KABUL, Afghanistan — Taliban fighters wearing suicide bomb vests hidden under police uniforms attacked a government building Sunday in eastern Afghanistan, triggering an hours-long gunbattle and killing six people, officials said.
Taliban spokesman Zabiullah Mujahid claimed responsibility for the attack in Khost province in a text message to The Associated Press. The attack came a day after a Taliban suicide bomber slipped inside the capital’s main military hospital and killed at least six Afghan medical students — worrying reminders of militants’ ability to infiltrate locations thought to be secure.
Meanwhile, in the Pakistani village of Guli Badral, which is surrounded by forests and glacial streams just 35 miles from where Osama bin Laden was killed, people become uneasy when asked what goes on up the mountain. When pressed, they say it’s a secret training complex for Islamic militants and that the Pakistani army is aware of it — even though the army denies that it exists.
Accounts gathered by The Associated Press in the Ughi area of Mansehra district add to suspicion that Pakistan is playing a “double game” — that is, accepting U.S. aid to fight militants on the one hand but tolerating and in some cases even encouraging and harnessing the power of extremism on the other.
Three men who identified themselves as mujahedeen — militants — told the AP that the training complex is one of at least three in the region that between them house hundreds of recruits.
The mission, the three say, is aimed at taking recruits to Kashmir to fight Pakistan’s archenemy, India. But Kashmiri veterans have been known to join forces with al-Qaida and other terror groups, including those fighting the U.S. and its allies in Afghanistan and elsewhere.
The charges of Pakistani duplicity have gathered strength in the aftermath of the May 2 U.S. raid against bin Laden, who was hiding in the army town of Abbottabad and a short walk from a military academy. Pakistani officials have denied any collusion, but the country is now coming under renewed pressure to abandon its links to all Islamist militant networks.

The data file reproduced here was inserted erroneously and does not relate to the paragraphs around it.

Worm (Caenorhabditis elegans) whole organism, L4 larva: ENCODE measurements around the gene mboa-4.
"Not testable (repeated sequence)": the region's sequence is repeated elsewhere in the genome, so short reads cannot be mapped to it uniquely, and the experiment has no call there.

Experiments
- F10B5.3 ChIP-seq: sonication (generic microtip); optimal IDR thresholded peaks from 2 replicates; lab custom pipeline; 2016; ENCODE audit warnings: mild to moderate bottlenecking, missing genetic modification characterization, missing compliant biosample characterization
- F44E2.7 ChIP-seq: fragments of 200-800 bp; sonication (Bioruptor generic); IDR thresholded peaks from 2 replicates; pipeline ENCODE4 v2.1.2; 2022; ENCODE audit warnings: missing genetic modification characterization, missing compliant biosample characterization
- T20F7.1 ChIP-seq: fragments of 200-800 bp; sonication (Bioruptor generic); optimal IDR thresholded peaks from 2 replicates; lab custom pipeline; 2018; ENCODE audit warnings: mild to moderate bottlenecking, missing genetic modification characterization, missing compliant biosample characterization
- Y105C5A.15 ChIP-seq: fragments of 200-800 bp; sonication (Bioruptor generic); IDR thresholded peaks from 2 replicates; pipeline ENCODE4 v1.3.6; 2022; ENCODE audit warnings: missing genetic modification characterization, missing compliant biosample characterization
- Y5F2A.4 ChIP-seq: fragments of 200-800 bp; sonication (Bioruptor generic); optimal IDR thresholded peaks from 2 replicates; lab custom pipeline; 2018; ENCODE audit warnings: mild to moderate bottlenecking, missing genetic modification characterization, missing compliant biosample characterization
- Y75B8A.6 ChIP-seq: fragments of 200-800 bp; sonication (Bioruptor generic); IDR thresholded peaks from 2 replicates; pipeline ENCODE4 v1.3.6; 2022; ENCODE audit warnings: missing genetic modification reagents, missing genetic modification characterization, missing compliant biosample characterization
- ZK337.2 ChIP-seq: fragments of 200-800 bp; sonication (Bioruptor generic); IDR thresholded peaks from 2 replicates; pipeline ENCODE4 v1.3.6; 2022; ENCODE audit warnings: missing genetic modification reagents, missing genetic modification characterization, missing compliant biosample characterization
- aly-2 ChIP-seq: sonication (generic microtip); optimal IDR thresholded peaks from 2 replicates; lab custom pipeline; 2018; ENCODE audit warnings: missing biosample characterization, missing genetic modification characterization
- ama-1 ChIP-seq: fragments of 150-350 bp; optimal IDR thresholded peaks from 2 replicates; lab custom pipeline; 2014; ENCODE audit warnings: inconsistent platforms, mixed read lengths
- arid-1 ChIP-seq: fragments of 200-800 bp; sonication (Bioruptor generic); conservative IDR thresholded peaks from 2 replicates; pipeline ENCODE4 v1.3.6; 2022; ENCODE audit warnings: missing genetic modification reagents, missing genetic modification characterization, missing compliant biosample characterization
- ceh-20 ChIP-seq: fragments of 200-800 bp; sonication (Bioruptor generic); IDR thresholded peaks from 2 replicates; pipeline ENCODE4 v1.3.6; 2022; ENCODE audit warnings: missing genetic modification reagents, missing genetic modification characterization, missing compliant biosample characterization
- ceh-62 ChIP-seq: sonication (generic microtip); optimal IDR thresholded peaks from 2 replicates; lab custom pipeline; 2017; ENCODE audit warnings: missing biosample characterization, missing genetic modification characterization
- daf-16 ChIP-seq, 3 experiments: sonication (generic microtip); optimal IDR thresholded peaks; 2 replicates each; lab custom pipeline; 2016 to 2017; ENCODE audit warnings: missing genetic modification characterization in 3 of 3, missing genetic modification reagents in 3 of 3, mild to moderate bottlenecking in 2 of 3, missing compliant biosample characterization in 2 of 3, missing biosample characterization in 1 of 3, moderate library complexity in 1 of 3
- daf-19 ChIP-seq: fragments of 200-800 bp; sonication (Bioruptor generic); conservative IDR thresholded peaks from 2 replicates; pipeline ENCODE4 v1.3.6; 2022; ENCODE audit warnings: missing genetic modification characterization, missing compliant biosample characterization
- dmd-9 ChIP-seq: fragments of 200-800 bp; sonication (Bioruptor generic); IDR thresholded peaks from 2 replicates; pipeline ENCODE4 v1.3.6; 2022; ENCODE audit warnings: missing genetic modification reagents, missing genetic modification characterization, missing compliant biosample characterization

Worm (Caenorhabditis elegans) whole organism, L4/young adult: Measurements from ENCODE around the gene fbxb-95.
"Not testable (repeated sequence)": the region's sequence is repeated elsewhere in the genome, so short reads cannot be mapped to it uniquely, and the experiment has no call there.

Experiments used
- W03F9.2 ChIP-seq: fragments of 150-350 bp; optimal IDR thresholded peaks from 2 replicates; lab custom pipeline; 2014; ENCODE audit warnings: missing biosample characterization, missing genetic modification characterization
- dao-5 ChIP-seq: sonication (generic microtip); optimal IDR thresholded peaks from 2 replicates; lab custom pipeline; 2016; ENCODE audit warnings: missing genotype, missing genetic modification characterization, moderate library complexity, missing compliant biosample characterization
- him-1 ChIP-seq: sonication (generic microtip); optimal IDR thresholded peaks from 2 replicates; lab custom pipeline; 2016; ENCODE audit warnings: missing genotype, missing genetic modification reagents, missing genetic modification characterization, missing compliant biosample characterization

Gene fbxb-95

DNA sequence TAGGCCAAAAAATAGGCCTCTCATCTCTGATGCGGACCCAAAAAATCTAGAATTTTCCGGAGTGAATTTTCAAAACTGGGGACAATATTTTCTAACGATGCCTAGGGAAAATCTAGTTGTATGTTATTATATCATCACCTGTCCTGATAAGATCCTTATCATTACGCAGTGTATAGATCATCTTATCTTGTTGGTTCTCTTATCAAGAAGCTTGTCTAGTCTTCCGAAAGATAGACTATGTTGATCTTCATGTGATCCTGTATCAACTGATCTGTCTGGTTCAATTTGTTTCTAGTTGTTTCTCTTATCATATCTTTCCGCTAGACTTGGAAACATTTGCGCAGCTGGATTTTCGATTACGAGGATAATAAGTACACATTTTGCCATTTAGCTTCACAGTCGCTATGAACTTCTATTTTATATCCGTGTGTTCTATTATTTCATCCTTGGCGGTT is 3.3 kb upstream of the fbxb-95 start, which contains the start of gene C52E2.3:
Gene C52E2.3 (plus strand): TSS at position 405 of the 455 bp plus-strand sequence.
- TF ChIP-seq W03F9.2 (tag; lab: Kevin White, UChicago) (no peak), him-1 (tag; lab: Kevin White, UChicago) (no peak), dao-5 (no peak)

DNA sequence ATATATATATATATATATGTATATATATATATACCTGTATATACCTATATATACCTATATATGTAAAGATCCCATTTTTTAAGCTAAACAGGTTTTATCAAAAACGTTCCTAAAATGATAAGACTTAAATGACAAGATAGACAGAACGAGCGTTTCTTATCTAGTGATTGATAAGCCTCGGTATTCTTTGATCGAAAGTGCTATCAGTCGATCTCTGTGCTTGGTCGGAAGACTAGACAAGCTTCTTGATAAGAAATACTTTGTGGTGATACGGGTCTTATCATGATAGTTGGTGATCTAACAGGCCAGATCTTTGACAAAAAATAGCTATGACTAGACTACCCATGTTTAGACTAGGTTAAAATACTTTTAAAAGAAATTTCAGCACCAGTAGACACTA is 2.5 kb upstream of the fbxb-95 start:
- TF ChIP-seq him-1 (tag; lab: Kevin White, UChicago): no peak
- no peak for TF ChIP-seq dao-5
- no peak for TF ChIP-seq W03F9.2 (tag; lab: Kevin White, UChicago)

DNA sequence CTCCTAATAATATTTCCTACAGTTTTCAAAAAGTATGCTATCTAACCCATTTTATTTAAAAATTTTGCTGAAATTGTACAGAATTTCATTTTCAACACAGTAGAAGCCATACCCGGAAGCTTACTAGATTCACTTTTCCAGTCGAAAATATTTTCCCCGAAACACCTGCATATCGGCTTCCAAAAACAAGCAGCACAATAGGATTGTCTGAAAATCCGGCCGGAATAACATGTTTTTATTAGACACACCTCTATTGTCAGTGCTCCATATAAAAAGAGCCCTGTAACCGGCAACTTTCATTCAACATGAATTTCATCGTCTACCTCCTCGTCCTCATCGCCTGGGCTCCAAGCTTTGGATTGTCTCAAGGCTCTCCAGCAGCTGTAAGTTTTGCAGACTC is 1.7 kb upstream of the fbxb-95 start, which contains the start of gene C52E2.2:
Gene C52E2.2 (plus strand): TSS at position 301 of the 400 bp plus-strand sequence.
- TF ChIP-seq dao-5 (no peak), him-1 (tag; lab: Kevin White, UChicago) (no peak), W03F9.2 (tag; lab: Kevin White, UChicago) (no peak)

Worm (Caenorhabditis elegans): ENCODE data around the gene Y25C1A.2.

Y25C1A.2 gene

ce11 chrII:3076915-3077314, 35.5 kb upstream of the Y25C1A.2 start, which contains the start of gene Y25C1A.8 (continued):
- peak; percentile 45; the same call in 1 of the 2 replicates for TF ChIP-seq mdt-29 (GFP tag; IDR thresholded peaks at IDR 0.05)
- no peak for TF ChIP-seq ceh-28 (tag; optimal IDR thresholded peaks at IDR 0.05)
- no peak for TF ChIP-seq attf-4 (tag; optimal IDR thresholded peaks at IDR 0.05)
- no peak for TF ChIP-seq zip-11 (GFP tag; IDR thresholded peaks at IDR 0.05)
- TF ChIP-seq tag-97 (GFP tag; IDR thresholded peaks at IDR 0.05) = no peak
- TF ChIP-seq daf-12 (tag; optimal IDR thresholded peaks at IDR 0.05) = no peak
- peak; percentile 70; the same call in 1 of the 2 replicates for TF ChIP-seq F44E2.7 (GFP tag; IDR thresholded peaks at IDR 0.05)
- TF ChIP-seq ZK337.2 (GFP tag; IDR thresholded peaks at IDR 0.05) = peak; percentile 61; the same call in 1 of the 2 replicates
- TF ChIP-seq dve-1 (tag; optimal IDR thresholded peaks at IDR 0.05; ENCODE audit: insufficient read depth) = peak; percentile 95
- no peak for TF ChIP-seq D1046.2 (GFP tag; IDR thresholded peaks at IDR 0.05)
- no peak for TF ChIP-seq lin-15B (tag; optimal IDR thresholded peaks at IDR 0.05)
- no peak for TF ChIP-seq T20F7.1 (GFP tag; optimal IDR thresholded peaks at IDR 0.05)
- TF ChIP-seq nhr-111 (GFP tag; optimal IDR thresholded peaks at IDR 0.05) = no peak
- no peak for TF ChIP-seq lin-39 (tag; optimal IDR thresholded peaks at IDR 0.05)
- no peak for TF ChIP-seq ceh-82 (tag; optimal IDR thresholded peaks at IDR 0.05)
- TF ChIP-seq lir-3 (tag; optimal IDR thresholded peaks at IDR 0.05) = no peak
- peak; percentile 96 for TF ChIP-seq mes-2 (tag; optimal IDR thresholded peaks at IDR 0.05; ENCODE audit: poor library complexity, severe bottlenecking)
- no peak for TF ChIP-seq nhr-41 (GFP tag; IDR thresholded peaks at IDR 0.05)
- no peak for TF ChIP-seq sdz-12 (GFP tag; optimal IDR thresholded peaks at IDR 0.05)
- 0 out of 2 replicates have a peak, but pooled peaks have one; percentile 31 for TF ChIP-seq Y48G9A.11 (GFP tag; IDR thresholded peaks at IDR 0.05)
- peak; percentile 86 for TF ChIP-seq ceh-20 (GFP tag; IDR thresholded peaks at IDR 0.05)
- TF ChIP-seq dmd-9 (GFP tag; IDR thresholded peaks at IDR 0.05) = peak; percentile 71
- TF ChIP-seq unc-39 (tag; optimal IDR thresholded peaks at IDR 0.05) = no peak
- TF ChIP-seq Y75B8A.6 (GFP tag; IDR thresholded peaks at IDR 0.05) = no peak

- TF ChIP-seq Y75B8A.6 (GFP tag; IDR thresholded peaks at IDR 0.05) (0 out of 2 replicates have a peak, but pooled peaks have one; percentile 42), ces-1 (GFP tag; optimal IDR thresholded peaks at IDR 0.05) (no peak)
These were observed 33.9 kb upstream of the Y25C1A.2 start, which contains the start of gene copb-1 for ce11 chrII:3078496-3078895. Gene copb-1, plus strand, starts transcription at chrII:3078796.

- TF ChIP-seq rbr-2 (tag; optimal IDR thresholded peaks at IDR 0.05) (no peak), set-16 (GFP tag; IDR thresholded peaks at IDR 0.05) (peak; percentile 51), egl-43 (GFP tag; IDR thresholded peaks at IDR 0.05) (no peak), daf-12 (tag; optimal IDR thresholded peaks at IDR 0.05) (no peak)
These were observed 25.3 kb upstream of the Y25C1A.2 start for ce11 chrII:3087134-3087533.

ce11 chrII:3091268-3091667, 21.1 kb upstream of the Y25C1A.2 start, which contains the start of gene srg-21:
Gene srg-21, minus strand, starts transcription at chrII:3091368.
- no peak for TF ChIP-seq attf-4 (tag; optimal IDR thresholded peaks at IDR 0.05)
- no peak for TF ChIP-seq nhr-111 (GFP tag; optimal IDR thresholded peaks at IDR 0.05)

When contacted by the AP last week, the army denied there are any training camps or any facilities hidden away in the Mansehra area. “The allegations are baseless,” said spokesman Maj. Gen. Athar Abbas.
But in Guli Badral, locals say both extremists and men they presume to be soldiers are a familiar sight in the village square, where they shop for meat, flour and beans before getting back into pickup trucks for the two-hour trip along a rough track to the training camp.
The three militants who spoke to the AP about the camps did not give their names and asked that the names of their organizations not be published. They said there’s an army checkpoint on the road leading to one of the larger camps, near the village of Khatai. Militants and villagers alike gave the same advice to an AP team: Do not attempt to get any closer. It’s too dangerous.
At least one of the militants appeared motivated to speak out because of anger at the army, which he said was no longer so supportive as it once was. Before 2001, Kashmiri-focused militant groups had offices across the country where they could openly recruit and allegedly received considerable state funds.
The man said the army was “putting up hurdles” to the group’s work, including briefly arresting some of its members. He gave no details.
But it’s widely believed that the army has been unwilling to go a step further and dismantle militant training camps and crackdown on the groups using them.
The reason: Pakistan’s obsession with neighboring India as an existential threat. The two countries have fought three wars since 1947 — two over Kashmir — and remain in a state of semi-hostility.
India has a larger army, so Pakistan views militants as a cheap and motivated force when needed.
Pakistan’s alleged harboring of Afghan Taliban factions is also related to its hostility toward India. Pakistan fears being encircled by India, and wants an Afghan regime hostile to New Delhi when U.S. troops eventually withdraw.
But this policy comes with a price.
Many of Pakistan’s former jihadi proxies have already turned against their former patrons in disgust at their collaboration with Washington after 9/11. Allied with al-Qaida and the Pakistani Taliban, they have carried out scores of suicide attacks within Pakistan.
The three militants who spoke to the AP said all the bases in Mansehra were training recruits for jihad in Kashmir, not Afghanistan. An essential part of that process is religious indoctrination, especially a willingness to kill — and die — for Islam, said Jamal, who visited Mansehra camps about a decade ago.